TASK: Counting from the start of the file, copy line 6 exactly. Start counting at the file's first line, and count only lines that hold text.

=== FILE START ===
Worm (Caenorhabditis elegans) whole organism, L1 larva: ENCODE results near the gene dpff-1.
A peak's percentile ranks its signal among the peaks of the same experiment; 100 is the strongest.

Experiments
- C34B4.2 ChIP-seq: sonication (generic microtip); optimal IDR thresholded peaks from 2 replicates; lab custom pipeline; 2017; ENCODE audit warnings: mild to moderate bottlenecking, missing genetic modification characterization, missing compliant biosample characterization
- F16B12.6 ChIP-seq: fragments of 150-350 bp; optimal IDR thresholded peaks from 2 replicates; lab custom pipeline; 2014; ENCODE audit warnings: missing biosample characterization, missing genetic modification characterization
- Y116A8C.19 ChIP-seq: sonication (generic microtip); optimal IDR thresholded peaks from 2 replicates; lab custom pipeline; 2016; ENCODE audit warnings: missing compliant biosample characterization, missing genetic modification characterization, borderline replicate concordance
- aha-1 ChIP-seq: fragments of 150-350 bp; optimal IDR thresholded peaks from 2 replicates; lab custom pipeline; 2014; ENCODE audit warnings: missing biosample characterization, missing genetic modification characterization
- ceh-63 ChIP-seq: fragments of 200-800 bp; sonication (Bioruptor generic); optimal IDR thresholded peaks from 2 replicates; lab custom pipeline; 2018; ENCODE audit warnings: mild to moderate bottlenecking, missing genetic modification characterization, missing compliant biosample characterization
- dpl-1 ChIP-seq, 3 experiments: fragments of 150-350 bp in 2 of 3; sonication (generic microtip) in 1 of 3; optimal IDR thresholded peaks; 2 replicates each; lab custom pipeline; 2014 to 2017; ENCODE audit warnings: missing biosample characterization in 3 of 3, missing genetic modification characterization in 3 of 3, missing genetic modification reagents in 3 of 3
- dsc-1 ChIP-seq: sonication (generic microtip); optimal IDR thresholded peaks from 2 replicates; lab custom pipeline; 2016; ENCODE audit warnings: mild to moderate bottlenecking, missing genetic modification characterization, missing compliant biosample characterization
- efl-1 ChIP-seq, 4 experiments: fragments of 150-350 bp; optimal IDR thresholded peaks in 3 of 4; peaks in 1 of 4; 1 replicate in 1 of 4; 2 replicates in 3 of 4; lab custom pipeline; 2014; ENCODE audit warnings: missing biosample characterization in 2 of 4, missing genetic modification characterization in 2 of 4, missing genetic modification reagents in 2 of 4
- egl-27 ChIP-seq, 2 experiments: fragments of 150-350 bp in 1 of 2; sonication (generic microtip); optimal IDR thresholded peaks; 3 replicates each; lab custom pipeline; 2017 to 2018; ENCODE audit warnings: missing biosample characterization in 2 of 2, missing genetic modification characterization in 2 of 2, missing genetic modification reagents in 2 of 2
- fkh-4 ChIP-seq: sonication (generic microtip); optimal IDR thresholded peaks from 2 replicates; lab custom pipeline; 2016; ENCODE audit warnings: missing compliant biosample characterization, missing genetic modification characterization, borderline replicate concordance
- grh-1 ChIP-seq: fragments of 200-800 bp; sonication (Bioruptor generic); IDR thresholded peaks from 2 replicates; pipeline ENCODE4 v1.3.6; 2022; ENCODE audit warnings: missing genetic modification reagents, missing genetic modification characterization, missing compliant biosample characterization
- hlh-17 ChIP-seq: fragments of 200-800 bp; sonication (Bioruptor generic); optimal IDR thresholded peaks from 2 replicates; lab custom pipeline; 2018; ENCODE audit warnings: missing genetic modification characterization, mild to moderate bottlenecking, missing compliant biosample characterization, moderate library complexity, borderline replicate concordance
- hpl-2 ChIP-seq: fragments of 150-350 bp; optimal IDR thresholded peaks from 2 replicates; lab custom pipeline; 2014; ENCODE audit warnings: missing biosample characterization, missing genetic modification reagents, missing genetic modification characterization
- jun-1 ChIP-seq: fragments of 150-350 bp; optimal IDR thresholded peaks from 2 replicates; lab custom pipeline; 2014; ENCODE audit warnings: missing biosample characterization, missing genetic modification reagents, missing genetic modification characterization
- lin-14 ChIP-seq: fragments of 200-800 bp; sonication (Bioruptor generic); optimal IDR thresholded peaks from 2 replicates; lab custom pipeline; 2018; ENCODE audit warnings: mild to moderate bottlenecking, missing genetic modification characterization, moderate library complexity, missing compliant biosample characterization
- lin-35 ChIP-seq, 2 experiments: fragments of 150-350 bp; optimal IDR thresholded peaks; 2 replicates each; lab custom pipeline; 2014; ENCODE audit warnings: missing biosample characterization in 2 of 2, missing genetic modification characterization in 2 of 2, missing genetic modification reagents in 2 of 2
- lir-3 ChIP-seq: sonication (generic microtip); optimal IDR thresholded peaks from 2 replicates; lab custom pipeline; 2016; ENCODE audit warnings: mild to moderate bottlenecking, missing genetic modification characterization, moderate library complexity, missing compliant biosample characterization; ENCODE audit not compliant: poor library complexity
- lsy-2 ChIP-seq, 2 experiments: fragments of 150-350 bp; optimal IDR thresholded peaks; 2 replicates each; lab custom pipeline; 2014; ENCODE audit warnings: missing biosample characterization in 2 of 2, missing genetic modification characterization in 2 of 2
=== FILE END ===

- Y116A8C.19 ChIP-seq: sonication (generic microtip); optimal IDR thresholded peaks from 2 replicates; lab custom pipeline; 2016; ENCODE audit warnings: missing compliant biosample characterization, missing genetic modification characterization, borderline replicate concordance